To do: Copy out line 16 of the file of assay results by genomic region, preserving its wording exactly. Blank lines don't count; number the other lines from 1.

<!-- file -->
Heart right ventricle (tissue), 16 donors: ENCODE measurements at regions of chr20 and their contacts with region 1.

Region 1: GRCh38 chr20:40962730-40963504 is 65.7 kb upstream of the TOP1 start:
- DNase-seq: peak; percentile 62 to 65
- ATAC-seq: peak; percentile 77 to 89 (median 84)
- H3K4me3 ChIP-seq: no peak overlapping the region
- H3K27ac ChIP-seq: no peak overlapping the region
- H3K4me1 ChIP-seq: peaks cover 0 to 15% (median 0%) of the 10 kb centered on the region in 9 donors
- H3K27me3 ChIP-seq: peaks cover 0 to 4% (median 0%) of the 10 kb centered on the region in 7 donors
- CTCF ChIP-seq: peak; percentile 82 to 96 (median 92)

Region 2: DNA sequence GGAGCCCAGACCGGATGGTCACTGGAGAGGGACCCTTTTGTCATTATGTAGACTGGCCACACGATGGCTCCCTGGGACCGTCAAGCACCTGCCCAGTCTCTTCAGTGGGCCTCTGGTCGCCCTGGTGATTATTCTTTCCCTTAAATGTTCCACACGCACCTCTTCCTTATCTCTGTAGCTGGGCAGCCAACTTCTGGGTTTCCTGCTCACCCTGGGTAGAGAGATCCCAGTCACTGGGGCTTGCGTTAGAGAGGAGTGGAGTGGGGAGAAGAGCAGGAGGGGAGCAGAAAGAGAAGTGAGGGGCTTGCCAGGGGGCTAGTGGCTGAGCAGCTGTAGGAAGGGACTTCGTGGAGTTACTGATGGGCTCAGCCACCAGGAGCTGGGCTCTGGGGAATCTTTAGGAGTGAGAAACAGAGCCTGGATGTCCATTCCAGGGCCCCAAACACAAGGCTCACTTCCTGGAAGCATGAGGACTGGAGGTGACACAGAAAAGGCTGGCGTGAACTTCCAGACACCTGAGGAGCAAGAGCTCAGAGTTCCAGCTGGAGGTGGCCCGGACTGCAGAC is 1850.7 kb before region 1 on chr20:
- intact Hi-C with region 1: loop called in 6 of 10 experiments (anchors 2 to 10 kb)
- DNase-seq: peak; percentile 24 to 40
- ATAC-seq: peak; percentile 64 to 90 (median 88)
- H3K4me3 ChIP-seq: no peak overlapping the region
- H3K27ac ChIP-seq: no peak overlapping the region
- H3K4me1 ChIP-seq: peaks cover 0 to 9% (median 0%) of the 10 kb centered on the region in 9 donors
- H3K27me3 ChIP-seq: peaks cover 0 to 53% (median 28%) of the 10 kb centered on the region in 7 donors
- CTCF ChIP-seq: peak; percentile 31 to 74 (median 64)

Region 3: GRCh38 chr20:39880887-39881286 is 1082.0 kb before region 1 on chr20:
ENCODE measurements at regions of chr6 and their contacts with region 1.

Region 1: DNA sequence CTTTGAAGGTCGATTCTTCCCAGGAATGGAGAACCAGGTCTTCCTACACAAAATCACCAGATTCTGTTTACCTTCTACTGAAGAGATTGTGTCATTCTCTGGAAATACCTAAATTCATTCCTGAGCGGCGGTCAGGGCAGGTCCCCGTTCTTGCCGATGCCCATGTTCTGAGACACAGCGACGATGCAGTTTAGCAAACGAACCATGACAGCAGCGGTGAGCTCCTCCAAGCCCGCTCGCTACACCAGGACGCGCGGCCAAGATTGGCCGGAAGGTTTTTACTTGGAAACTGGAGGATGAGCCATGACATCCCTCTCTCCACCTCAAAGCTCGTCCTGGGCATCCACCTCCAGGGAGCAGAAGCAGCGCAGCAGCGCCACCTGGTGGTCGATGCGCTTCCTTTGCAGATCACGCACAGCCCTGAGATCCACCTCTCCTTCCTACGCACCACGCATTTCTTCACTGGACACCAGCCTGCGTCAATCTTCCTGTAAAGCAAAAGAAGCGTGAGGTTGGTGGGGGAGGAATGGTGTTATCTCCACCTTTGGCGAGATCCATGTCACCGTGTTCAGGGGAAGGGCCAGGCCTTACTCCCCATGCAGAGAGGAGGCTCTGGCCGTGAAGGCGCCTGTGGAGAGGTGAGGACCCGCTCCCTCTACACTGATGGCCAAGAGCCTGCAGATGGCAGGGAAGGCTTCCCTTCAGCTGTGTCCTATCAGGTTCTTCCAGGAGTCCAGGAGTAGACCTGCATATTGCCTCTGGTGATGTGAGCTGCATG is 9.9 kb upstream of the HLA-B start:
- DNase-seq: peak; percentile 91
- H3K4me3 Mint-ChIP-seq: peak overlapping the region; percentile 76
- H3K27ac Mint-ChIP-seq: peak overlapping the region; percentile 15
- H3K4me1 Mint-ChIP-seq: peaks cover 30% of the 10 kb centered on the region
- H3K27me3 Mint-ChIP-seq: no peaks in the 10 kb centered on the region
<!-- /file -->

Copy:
- H3K4me1 ChIP-seq: peaks cover 0 to 9% (median 0%) of the 10 kb centered on the region in 9 donors